The Essenes were a monastic group who observed celibacy, maintained strict religious rules and were intrigued by apocalyptic and Messianic prophecies. Because they were persecuted by the other Jews, the Essenes were scattered across Judea. “Josephus said the Essenes lived in ‘large numbers in every town.’ and had a network to support members when they travelled.” 

The Essenes are most probably the community that was established at Qumran, and were therefore guardians of the library now known as the Dead Sea Scrolls. As we have seen in chapter seven, the community at Qumran was on the border of Nabatean territory, and I suggested that the Nabatean wise men would have known of the Essenes and been familiar with the book of the prophet Isaiah—one of the great finds among the Dead Sea Scrolls.

Another one of the Dead Sea Scrolls is called the Damascus Document. This parchment sets out the rules for a religious community and also recounts the history of the Jewish sect (presumably the Essenes) who went  North into exile in Damascus because of persecution. 

The Damascus Document connects with an interesting theory by French Cardinal and scholar of the early church, Jean Daniélou. He proposed that when the Essenes were in exile in Damascus they met Magi who influenced their thought, and that this meeting played a part in the development of early Christianity. 

Daniélou’s speculation raises some fascinating questions. In a difficult passage, Justin Martyr also linked the Magi to Damascus.  If the Magi met Essenes in Damascus when did they do so? Was it after the Magi visited Bethlehem? Some scholars believe the Essenes abandoned Qumran after being persecuted by Herod, and settled at the castle of Kokba southwest of Damascus.  Did the Magi take refuge with the Essenes (who they already knew) in the castle of Kokba knowing they would be safe from Herod and the Nabatean King Aretas IV?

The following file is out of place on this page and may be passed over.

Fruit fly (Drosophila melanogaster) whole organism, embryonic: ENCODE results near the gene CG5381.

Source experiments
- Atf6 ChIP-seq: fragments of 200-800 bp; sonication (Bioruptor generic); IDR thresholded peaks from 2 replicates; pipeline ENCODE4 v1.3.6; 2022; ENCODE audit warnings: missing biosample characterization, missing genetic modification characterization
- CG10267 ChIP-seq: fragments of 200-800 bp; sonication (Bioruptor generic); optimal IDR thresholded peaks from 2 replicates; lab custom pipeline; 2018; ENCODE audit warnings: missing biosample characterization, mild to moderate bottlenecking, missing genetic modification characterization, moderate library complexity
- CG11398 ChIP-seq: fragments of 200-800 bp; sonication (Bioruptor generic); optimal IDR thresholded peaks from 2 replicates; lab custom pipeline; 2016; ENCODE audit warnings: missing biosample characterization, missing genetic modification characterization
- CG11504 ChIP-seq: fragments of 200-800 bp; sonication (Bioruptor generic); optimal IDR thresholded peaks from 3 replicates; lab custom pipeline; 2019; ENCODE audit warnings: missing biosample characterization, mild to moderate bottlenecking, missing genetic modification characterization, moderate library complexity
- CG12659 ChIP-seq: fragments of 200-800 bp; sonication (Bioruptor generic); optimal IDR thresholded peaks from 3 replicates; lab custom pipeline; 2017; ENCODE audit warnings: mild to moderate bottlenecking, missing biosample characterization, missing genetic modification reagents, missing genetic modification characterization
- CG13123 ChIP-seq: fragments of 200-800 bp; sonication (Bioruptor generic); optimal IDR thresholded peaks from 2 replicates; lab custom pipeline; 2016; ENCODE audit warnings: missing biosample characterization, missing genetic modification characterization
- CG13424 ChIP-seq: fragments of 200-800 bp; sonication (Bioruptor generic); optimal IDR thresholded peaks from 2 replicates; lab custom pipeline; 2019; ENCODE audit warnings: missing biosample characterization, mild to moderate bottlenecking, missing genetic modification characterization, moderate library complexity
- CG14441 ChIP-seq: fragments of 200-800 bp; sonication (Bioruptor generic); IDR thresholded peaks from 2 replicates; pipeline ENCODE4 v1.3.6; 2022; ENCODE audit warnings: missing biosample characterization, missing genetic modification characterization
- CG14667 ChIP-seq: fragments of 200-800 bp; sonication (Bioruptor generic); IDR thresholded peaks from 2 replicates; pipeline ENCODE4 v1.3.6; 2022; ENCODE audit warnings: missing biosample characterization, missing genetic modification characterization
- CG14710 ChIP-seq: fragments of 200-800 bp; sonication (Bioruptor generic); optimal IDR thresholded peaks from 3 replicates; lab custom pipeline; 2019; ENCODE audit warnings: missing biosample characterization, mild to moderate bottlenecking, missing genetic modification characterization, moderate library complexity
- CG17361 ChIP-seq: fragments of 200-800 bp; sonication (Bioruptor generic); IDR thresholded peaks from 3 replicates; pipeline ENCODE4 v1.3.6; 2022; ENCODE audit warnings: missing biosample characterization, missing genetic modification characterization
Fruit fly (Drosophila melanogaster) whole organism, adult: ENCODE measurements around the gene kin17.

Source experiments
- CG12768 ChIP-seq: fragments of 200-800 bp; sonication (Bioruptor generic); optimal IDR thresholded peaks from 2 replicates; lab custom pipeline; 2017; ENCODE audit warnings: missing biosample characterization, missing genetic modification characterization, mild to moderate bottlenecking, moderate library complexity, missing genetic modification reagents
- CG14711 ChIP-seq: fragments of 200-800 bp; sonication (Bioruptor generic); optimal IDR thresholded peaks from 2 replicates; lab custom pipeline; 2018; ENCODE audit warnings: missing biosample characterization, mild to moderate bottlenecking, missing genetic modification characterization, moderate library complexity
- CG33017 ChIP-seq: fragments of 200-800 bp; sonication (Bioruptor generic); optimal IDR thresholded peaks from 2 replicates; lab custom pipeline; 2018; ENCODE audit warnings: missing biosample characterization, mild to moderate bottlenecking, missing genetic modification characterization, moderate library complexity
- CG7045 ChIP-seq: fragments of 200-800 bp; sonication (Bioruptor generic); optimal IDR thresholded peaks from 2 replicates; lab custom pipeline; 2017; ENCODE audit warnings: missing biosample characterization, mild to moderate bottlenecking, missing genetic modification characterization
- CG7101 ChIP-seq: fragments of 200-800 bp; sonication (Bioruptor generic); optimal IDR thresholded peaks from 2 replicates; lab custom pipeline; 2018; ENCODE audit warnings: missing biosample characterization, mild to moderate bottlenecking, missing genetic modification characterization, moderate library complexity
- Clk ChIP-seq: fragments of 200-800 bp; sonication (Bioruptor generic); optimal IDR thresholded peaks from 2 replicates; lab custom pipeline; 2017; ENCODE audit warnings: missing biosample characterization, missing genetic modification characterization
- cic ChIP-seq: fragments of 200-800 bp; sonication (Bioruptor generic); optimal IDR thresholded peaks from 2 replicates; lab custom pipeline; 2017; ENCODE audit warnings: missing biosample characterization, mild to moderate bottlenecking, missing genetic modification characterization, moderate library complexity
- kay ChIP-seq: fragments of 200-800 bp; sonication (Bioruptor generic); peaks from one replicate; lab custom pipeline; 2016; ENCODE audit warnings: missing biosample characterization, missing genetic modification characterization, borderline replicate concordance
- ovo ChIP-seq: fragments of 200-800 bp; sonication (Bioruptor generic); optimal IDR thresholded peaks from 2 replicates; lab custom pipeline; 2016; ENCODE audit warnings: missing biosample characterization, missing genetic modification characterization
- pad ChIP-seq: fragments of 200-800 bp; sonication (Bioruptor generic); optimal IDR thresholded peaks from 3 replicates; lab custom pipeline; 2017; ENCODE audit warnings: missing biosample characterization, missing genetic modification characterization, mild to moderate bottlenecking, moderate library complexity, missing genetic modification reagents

Irish Biblical scholar Jerome Murphy O’Connor thought the Essenes were influenced by Babylonian religion.  Those influences may have come from contact with Nabatean Magi, whose wisdom was rooted in Babylonian lore. Did the Nabatean Magi settle in Damascus with the Essenes and establish a school of wisdom there in the years after Christ’s birth? Reflecting Nabatean history and culture, did that school of wisdom blend Eastern religion with ancient Abrahamic Judaism and Greek philosophy as did Nabatean religion and culture? Did the Magi ponder what had happened and begin to understand the birth of the child in Bethlehem to be not only the fulfillment of Isiah’s prophecies, but also the fulfillment of the other strands of their religion?

The speculation becomes even more intriguing when we move forward about thirty years from the birth of Christ to the events after his death and resurrection.

The Apostle Paul and Arabia

If Jesus was crucified around 33 AD, then by 35 AD the apostle Paul (who was then called Saul) was acting as an agent for the Pharisees in the persecution of the first Christians. Saul was among those who were arresting, imprisoning and killing the Christians. 

The ninth chapter of the Acts of the Apostles, St Luke recounts how Saul received letters from the Jewish leaders authorizing him to travel to Damascus to round up the “followers of the Way”. On the road he experienced a vision of Jesus Christ and was converted. After spending a few days in Damascus, St Luke reports that Paul went to Jerusalem and met the other apostles.